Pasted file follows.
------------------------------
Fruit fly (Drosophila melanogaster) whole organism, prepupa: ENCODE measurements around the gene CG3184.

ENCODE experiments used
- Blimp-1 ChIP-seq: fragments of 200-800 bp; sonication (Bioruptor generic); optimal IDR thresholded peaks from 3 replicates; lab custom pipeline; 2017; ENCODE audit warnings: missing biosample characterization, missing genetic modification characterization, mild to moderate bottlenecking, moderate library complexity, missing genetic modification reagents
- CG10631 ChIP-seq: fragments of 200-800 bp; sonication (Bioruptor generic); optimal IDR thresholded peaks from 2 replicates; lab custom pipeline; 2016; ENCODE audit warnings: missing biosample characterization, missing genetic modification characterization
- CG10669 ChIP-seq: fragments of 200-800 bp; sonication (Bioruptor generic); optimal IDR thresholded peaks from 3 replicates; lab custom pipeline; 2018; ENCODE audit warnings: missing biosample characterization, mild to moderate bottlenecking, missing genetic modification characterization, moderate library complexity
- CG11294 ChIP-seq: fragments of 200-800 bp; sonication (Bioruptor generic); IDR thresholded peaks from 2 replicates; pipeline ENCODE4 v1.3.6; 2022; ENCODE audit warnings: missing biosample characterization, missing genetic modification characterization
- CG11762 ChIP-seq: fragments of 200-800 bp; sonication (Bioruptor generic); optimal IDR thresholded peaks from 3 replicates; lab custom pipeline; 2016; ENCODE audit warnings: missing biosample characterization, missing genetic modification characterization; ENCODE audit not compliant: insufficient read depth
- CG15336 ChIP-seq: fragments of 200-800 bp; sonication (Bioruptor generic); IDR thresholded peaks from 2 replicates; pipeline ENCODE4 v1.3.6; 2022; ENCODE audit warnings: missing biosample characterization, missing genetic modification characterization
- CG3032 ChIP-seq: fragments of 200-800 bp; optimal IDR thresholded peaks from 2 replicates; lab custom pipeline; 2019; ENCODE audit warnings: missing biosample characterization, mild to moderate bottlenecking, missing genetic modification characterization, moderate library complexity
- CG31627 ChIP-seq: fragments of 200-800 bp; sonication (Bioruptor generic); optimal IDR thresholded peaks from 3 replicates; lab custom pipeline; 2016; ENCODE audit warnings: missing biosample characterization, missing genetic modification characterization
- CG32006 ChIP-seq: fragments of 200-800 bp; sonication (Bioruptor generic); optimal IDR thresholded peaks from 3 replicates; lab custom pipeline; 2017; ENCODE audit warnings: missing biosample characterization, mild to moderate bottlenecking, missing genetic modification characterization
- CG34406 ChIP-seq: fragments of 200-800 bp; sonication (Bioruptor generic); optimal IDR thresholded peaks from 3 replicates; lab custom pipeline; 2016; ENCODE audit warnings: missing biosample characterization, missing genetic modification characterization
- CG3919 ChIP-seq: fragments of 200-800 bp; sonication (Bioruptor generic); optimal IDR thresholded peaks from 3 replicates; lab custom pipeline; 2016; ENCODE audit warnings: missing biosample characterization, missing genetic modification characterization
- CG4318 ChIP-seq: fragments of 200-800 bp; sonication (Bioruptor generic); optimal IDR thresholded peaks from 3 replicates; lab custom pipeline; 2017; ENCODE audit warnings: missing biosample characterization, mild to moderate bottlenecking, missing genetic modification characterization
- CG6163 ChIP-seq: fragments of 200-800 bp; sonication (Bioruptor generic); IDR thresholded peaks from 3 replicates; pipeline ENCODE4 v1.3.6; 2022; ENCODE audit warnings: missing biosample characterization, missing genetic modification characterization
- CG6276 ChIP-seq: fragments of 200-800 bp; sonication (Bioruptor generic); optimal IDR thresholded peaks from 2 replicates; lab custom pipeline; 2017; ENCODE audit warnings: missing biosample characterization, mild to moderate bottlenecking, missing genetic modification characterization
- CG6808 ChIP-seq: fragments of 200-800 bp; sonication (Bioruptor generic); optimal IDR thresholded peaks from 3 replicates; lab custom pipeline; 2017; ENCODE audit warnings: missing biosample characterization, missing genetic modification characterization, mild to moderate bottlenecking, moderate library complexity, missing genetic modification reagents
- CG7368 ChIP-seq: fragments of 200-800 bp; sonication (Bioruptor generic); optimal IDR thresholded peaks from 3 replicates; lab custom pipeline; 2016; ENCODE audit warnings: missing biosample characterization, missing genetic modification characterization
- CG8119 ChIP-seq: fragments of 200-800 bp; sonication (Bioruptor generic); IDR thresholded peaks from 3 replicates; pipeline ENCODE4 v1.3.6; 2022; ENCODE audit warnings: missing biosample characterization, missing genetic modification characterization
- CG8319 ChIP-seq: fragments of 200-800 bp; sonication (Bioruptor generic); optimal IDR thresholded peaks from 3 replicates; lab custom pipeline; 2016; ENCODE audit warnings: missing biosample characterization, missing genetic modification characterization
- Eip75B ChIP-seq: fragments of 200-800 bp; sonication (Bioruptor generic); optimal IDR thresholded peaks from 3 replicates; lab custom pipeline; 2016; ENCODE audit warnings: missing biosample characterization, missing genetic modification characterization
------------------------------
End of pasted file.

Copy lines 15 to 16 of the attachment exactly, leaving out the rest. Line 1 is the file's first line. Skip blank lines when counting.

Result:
- CG6163 ChIP-seq: fragments of 200-800 bp; sonication (Bioruptor generic); IDR thresholded peaks from 3 replicates; pipeline ENCODE4 v1.3.6; 2022; ENCODE audit warnings: missing biosample characterization, missing genetic modification characterization
- CG6276 ChIP-seq: fragments of 200-800 bp; sonication (Bioruptor generic); optimal IDR thresholded peaks from 2 replicates; lab custom pipeline; 2017; ENCODE audit warnings: missing biosample characterization, mild to moderate bottlenecking, missing genetic modification characterization